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Republican Gubernatorial Primary Race 2020: Doug Cavett

Doug Cavett outside the statehouse on a snowy morning.
Doug Cavett, Courtesy
/
Doug Cavett is one of four Republican candidates challenging Gov. Phil Scott.

Doug Cavett is one of four Republicans going up against incumbent Gov. Phil Scott in the party's primary. Cavett has not run for office before. He lives in Milton, works at Rhino Foods in Burlington and is a former paraeducator in the Burlington School system.

VPR’s Henry Epp spoke with Doug Cavett, and their interview below has been condensed and edited for clarity. VPR is seeking interviews with all of the candidates for governor.

Find VPR's Vermont Primary 2020 coverage here.

Henry Epp began his interview with Cavett by asking why he thinks Vermont should turn to a new leader during the COVID-19 pandemic.

Doug Cavett: Well, first of all, it's all about the people. It really has very little to do about the governor. Even though Gov. Scott has been fine in his intentions, it's about the people. And the Vermonters that have kept our state healthy, and the way that it is right now, actually, as an example for the rest of the country.

And that goes right into the economic issues that we're going to face. Vermonters need to be able to have somebody who can market this wonderful, healthy environment and bring the big businesses that are really squirming in the bigger cities just in New England. They're not very far away. They're two, three hours away. And I have already started reaching out to, you know, the top 10-type businesses in Boston or Springfield or Stamford, Connecticut, or even New York City, to see whether we can attract somebody to come up here and settle in a safer environment and therefore providing more jobs.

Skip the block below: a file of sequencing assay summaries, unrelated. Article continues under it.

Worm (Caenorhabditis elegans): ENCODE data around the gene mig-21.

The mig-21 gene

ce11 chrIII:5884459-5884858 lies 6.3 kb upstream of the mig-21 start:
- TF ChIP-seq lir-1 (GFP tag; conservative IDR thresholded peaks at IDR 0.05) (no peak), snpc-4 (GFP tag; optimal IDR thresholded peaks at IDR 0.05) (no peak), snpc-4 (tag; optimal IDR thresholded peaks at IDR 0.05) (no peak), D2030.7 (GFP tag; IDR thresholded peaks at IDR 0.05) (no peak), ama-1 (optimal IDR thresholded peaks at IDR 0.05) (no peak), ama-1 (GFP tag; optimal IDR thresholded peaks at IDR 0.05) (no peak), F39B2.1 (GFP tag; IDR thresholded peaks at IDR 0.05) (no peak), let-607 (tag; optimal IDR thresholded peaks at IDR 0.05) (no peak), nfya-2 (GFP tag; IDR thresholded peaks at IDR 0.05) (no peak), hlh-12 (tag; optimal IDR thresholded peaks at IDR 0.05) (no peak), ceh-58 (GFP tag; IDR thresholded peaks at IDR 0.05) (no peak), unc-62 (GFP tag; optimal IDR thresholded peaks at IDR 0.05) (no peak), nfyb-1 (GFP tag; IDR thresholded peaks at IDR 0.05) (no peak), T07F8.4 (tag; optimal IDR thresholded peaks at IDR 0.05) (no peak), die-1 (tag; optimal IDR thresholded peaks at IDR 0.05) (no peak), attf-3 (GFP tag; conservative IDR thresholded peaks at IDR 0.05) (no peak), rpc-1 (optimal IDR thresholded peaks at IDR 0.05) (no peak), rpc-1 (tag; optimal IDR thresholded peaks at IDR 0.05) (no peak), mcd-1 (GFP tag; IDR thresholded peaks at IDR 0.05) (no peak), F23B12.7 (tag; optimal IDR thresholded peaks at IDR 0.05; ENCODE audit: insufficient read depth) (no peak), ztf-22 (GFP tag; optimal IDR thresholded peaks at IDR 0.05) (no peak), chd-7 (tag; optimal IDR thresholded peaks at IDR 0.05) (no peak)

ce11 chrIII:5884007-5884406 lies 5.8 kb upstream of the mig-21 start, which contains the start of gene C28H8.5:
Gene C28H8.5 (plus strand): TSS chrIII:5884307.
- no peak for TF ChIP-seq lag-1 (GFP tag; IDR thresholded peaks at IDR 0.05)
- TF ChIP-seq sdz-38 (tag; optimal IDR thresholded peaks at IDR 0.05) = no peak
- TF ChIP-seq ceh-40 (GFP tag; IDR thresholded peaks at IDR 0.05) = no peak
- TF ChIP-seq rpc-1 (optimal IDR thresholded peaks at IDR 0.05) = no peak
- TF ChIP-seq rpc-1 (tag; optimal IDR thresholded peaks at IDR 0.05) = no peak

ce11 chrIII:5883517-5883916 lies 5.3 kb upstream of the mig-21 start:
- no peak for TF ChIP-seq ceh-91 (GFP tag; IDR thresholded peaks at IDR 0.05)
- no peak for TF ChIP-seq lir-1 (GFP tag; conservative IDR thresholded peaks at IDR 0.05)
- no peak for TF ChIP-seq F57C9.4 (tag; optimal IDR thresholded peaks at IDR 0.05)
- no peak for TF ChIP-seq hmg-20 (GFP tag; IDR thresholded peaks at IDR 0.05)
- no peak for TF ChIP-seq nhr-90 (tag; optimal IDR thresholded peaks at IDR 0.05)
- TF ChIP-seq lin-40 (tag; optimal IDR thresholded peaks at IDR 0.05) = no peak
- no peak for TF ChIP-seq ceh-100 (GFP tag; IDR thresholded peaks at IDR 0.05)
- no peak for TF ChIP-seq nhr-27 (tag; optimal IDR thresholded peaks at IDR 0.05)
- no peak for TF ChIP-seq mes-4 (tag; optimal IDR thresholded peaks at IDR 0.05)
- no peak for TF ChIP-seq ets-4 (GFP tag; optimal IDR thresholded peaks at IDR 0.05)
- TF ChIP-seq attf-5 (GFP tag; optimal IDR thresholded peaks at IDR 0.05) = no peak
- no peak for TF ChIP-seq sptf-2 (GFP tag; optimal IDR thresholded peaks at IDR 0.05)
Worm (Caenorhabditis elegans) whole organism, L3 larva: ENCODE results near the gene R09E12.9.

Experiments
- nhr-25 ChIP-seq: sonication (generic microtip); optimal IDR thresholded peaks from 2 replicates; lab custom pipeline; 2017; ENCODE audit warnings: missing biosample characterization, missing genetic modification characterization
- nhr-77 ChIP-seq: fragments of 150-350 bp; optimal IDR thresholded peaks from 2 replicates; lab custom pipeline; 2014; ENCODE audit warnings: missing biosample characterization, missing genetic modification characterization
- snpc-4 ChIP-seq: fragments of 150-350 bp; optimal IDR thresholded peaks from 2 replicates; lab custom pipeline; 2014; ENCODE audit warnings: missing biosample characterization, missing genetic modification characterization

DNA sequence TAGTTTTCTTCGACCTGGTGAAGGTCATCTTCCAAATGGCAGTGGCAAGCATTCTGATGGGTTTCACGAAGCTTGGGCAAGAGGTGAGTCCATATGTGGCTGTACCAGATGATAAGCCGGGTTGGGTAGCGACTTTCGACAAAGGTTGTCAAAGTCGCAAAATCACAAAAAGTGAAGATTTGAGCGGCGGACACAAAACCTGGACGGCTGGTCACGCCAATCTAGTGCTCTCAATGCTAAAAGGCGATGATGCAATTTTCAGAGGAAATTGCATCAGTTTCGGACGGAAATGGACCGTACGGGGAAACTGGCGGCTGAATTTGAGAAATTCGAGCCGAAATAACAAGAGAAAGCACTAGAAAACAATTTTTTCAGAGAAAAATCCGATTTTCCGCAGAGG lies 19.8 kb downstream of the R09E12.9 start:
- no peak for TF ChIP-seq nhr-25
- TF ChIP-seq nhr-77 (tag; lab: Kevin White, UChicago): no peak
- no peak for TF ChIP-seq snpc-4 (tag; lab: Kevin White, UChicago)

We need to be able to market the wonderful, beautiful and healthy Vermont that we have.

More from VPR: Debate Round-Up: Republican Gov. Candidates Talk Pandemic, Criticize Gov. Scott's Response

Henry Epp: I want to talk a bit about your background. In 2010, you pleaded guilty to one count of aggravated sexual assault for assaulting a minor over a six-year period in the 1990s. Why should Vermonters vote for you, given your history as a convicted felon?

Well, first of all, we need to look at what people call the criminal justice system, which is really a criminal financial system. And the criminal financial system forces, coerces and terrorizes people into 99% plea deals. And that's the unfortunate situation that I landed in.

So, do you feel like you were coerced into pleading guilty?

Oh, absolutely. Without a doubt.

So do you deny the actions that you were convicted for?

I deny them completely, 100%.

And so why then did you plead guilty?

As I said, they really, they hold your family, the most dearest treasures of your life, in front of you. And dangle these life sentences over your head. You know, I went into all of this very naive.

And so how would you change the criminal justice system if you were elected governor?

Well, first and foremost, we need to abolish the Department of Corrections as we know it today. And we need to create a university of wellness and equity.

Most people that are caught in this system have many other issues, such as mental health issues, addiction problems, lack of education, poverty, all of these things combined with getting caught into the system, and then they're not allowed out. And it's really a destructive thing to them, to their families and to our communities.

More from VPR: Eclectic Slate Of GOP Candidates Challenges Gov. Scott For Nomination

So do you not see a role for the Department of Corrections in terms of punishing those who are convicted of serious felonies, such as sexual assault or murder or other crimes?